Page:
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Let $A$ be an $m \times n$ matrix and let $B, C$ be $n \times p$ matrices. Prove that $A(B + C) = AB + AC$

I know it's obvious that it is and that every mathematician takes this for granted but I've been asked to prove it and I don't know how to do it without just multiplying out the brackets. Any help would be greatly appreciated.

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  • $\begingroup$ Write the matrix interms of $a_{i,j}$ $\endgroup$ – Tony Ma May 5 '18 at 12:02
  • $\begingroup$ The two expressions represent different orders of operation. Can you write out the sums and products using sums and products of elements in the matrices? $\endgroup$ – Michael Burr May 5 '18 at 12:03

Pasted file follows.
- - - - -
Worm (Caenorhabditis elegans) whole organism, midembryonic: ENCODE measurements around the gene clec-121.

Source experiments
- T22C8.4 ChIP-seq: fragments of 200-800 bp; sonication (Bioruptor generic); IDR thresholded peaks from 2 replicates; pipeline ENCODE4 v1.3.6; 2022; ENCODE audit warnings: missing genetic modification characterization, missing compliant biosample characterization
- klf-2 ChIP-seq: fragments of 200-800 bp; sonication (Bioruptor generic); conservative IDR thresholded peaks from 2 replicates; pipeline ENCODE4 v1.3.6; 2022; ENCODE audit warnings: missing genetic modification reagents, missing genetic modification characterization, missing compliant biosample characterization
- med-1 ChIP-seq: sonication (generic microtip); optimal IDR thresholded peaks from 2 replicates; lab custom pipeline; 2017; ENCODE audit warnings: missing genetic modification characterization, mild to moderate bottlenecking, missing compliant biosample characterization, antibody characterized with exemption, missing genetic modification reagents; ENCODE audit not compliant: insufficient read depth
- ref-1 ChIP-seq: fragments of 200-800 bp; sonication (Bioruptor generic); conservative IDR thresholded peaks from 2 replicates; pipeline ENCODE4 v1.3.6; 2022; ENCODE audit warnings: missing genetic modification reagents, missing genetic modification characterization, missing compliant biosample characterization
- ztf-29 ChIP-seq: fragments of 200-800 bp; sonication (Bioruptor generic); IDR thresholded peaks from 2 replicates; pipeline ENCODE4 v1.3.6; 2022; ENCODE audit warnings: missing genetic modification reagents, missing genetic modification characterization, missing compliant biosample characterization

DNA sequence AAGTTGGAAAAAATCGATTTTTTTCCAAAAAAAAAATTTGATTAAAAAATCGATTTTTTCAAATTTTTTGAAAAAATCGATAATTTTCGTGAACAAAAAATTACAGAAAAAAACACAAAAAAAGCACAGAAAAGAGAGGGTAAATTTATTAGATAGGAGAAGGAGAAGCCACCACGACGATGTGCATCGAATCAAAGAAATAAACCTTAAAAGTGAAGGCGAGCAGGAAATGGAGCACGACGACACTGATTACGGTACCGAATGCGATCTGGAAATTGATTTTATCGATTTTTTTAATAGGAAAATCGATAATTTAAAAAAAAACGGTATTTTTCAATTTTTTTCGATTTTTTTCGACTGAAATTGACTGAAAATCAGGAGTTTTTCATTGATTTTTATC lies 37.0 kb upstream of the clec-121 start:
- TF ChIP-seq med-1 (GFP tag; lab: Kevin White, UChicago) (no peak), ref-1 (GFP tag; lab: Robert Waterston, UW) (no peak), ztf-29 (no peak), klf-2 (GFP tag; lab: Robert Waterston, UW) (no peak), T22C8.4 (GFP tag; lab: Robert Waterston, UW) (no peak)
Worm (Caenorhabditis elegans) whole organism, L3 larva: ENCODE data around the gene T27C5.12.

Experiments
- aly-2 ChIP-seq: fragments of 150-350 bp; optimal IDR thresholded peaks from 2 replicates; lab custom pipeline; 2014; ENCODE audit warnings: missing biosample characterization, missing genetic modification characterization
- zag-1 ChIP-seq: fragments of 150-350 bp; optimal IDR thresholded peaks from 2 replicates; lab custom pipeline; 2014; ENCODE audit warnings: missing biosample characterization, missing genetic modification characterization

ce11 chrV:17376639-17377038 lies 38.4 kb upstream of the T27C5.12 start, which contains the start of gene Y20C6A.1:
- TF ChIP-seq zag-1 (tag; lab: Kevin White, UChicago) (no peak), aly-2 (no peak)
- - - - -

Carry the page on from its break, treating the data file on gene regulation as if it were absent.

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The $(i, j)$th entry of the left hand side is $$ \sum_{k = 1}^n a_{ik}(b_{kj} + c_{kj})$$ while the $(i, j)$th entry of the right hand side is $$ \sum_{k = 1}^n a_{ik}b_{kj} + \sum_{k = 1}^n a_{ik} c_{kj}$$ which are indeed equal. And since every entry is equal, the matrices must be equal.

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Well, what I would do would be tu compute $A(B+C)$ and $AB+AC$ and to see that the result is the same.

Otherwise, you can use the fact that $A$, $B$, and $C$ are matrices of linear maps $f_A$, $f_B$, and $f_C$, that$$f_C\circ(f_B+f_C)=f_A\circ f_C+f_A\circ f_C$$and that the matrix of the composition of two linear maps is the product of the matrices.

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